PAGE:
The JRM editors were not the only ones remaining silent. The study’s authors also refused to respond to questions about their apparently miraculous results. In December 2001 an investigation of Columbia University by the U.S. Department of Health and Human Services (DHHS) revealed that the study’s lead author, Dr. Rogerio Lobo, first learned of the study six to twelve months after the study was completed. Professor Lobo subsequently denied having anything to do with the study’s design or conduct and claimed to have provided only editorial assistance. A year later study co-author Daniel Wirth was indicted by a federal grand jury on felony fraud charges involving various criminal activities.

The following significant events have occurred since my SI article was published. I comment accordingly.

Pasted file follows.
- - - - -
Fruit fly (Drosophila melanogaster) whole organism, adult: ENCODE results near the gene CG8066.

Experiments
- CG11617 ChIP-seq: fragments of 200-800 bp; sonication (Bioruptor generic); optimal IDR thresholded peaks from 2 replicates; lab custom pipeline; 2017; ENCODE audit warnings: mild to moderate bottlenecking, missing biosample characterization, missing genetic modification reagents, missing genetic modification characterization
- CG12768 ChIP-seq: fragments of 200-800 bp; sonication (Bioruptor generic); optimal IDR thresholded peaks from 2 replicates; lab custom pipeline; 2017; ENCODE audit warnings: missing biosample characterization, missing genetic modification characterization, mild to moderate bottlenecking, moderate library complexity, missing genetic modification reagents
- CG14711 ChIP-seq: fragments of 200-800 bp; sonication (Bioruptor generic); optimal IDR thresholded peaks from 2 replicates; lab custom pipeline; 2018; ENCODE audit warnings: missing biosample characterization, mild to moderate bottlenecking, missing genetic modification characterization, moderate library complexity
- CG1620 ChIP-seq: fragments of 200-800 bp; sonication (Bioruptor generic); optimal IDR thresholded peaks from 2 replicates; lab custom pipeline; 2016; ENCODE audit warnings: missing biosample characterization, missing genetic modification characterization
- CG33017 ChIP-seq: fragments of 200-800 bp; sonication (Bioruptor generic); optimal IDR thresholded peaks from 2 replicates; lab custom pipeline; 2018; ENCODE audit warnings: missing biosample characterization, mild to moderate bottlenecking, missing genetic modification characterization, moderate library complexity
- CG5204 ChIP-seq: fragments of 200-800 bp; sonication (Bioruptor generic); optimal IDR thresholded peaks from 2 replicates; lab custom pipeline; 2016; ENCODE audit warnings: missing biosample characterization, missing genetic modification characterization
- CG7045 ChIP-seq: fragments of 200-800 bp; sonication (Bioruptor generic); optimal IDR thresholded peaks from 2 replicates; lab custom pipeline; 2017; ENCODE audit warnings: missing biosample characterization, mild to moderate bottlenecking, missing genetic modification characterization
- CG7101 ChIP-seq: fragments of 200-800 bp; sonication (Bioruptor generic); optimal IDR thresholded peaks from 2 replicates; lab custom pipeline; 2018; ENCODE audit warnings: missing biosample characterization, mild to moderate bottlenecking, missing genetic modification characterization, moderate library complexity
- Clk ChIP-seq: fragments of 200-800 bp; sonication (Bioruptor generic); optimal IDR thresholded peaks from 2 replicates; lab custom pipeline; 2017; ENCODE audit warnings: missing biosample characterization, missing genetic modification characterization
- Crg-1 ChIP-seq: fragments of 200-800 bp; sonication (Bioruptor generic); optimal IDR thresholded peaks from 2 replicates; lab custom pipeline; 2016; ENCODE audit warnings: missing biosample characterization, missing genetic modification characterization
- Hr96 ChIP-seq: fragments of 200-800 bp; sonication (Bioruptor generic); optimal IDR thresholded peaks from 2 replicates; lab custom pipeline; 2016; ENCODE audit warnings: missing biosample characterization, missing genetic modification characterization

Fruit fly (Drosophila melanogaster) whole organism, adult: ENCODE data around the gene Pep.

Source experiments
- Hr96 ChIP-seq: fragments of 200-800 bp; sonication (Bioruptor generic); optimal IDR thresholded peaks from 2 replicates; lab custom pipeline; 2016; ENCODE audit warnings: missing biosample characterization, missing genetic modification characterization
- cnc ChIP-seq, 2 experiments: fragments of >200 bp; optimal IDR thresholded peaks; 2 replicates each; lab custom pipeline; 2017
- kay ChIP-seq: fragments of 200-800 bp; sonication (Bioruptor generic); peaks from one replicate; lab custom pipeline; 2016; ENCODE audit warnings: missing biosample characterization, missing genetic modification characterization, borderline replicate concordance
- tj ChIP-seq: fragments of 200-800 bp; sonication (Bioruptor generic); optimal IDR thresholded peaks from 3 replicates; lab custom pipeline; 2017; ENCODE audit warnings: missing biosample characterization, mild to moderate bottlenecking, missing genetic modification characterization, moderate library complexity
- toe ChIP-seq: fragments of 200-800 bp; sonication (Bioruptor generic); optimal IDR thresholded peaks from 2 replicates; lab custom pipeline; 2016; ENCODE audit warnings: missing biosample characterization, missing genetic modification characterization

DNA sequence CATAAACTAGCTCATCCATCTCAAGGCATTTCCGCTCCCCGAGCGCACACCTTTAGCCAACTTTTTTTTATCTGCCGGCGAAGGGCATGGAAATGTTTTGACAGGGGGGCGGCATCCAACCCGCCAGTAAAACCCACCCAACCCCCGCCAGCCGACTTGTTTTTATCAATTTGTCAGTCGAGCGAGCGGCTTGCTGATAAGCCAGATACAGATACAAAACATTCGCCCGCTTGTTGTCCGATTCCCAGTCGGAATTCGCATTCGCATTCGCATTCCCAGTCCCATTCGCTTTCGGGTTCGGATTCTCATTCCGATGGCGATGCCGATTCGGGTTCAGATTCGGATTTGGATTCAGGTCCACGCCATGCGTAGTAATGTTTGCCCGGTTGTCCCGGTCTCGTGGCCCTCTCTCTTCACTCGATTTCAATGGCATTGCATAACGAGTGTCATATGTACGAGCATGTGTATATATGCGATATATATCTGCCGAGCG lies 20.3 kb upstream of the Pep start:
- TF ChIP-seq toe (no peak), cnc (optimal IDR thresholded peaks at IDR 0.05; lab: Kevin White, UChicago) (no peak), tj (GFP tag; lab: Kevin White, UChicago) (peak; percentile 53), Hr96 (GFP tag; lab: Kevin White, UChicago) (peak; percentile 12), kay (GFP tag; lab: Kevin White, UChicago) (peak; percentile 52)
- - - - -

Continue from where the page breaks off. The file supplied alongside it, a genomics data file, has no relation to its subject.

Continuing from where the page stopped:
Study co-author Daniel Wirth

On November 22, 2004, study co-author Daniel Wirth was sentenced to five years in prison followed by three years of supervised release (parole). At the conclusion of his sentencing hearing Mr. Wirth was taken into United States Marshal custody pending his transfer to a federal prison.

The Journal of Reproductive Medicine and co-author Dr. Kwang Cha

The following “Erratum” was buried on the very last page of the October 2004 issue of the JRM:


In the article “Does Prayer Influence the Success of in Vitro Fertilization-Embryo Transfer? Report of a Masked, Randomized Trial,” by Kwang Y.Cha, MD, Daniel P. Wirth, JD, MS, and Rogerio A. Lobo, MD (2001;46:781-787), Dr. Lobo is listed as an author of the article and has requested that his name be deleted, as his name appears in error. He was not directly involved in conducting the research reported in the article; he was involved principally in redaction of the manuscript for stylistic and syntactic purposes. This alteration is in keeping with JRM authorship requirements.